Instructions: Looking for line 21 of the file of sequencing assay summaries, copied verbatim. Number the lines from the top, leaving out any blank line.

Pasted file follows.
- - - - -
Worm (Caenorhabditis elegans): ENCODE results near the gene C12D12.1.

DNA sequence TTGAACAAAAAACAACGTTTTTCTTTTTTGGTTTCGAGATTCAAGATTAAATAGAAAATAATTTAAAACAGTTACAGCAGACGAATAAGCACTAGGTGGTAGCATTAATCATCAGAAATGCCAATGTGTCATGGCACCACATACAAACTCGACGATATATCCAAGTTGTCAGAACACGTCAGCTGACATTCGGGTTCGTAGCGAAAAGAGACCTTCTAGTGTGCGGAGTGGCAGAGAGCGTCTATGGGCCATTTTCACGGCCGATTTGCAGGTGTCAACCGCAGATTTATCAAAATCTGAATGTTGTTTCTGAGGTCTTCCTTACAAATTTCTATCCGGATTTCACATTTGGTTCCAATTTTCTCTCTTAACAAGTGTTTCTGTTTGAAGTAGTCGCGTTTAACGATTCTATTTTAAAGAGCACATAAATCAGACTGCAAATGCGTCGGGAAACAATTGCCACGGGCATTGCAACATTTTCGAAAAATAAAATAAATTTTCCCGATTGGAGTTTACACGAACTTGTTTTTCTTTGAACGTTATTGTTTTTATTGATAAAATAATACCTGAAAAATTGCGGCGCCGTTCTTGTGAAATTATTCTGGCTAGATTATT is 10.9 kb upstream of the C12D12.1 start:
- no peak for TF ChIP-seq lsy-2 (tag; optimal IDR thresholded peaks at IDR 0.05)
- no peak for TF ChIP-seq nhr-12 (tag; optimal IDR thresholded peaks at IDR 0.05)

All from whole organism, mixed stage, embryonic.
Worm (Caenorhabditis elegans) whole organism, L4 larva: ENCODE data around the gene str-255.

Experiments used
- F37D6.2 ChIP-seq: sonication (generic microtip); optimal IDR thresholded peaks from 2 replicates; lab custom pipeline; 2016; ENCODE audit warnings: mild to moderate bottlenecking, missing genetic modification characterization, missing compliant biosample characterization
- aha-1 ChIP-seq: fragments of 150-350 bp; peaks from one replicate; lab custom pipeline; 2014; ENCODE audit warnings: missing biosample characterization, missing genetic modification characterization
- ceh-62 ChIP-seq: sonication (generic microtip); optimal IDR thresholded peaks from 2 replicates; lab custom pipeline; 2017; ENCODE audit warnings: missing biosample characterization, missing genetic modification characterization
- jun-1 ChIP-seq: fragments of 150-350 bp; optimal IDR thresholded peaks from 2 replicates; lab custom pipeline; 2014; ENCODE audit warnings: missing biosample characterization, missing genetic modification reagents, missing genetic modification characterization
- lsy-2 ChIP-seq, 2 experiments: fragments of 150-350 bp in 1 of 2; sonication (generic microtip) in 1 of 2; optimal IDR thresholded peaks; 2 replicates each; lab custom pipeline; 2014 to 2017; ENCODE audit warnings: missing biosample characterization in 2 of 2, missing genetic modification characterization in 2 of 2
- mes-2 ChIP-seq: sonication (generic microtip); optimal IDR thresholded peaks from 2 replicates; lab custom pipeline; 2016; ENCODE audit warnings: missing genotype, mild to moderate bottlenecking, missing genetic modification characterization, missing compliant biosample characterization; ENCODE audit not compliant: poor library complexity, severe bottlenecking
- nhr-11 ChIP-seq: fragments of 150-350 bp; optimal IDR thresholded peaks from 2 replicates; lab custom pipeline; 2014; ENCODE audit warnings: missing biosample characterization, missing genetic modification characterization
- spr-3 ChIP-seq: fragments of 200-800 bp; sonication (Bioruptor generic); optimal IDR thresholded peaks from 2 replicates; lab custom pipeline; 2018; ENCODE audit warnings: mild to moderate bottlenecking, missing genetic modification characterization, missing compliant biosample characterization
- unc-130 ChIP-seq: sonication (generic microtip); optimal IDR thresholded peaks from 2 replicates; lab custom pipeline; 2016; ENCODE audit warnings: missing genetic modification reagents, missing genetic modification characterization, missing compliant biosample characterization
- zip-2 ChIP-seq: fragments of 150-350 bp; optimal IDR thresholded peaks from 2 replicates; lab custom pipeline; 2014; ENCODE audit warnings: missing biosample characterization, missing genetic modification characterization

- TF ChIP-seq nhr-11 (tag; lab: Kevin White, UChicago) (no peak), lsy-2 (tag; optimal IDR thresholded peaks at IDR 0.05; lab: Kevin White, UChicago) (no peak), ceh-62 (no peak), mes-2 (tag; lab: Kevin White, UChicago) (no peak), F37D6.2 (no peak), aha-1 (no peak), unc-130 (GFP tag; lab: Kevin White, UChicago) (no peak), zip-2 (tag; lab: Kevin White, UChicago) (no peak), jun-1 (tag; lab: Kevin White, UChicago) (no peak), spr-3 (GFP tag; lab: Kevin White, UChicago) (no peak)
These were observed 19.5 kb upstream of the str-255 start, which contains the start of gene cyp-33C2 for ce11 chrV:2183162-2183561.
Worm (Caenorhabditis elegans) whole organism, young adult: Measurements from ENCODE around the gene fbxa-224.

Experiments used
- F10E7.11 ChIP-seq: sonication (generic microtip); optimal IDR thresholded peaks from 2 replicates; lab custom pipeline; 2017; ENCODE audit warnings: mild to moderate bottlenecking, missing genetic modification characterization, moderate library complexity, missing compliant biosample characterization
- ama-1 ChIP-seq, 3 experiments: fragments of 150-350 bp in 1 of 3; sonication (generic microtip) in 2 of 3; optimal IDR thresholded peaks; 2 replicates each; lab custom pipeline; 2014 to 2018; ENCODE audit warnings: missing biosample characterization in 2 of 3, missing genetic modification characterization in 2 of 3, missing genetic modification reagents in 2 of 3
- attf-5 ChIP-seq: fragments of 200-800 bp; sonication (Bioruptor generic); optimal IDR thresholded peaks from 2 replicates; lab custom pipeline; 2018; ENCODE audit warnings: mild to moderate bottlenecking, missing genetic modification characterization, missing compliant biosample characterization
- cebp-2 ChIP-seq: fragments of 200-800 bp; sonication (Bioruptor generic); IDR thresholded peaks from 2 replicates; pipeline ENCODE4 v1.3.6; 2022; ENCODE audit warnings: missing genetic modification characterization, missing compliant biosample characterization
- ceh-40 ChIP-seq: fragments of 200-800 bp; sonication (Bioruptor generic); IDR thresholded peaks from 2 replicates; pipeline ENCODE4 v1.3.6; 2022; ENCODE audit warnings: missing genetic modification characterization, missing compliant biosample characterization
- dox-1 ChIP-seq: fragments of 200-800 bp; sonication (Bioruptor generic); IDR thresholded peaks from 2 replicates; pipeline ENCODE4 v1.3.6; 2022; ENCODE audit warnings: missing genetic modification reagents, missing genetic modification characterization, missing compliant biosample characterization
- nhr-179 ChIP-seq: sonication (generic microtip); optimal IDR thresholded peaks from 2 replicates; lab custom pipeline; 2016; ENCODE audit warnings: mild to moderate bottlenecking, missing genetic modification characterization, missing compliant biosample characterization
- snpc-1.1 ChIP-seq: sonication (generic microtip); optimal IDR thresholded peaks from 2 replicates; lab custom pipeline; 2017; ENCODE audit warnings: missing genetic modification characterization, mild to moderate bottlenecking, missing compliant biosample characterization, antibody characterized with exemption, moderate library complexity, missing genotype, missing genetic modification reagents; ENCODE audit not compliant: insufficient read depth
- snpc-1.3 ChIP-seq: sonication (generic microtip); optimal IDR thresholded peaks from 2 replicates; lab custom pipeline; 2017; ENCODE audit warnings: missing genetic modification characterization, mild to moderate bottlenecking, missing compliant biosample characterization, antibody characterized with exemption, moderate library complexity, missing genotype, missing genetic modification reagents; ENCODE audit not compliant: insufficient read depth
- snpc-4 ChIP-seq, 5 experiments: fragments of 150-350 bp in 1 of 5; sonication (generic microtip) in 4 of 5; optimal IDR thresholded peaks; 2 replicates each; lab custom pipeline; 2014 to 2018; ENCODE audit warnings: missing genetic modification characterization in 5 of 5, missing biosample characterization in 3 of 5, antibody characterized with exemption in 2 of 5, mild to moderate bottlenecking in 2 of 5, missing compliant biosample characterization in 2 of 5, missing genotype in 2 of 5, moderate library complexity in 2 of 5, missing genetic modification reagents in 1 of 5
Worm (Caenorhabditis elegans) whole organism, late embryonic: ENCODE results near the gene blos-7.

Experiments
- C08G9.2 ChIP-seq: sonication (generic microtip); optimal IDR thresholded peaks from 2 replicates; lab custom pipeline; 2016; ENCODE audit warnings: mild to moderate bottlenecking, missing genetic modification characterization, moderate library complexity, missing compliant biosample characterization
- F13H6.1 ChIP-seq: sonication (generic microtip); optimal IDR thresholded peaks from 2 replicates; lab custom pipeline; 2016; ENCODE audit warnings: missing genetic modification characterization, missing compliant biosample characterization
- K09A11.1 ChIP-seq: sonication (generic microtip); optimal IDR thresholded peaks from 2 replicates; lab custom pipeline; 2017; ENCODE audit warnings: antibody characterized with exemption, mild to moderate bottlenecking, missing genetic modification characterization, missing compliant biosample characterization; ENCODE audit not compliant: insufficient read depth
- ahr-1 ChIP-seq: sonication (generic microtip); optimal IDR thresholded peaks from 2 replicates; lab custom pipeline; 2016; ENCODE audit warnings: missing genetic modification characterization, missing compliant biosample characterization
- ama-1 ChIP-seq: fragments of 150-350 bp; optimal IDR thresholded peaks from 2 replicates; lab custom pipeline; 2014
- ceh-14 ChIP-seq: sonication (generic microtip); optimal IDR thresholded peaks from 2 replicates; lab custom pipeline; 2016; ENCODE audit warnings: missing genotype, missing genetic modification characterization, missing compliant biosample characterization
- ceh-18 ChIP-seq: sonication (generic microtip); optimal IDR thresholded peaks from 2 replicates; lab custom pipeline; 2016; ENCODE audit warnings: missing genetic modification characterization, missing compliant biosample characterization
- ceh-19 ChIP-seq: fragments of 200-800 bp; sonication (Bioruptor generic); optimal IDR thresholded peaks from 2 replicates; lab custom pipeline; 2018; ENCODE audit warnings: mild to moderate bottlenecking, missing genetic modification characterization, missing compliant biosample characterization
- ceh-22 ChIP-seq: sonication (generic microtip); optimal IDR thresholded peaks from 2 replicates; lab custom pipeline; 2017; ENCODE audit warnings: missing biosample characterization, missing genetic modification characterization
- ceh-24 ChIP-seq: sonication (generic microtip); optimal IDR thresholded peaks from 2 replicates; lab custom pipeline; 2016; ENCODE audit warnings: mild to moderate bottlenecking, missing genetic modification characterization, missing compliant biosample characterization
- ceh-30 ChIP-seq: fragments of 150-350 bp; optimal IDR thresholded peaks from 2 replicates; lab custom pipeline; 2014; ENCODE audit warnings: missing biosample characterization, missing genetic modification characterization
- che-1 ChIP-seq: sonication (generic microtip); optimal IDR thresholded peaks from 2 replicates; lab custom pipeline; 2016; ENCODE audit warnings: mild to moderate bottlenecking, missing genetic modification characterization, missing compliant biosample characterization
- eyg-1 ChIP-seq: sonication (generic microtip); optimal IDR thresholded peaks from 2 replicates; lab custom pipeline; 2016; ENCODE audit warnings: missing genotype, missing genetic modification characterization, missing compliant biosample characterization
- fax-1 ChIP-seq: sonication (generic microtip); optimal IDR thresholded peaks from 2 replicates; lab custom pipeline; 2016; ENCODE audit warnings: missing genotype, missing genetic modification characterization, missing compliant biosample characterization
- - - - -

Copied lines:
Experiments used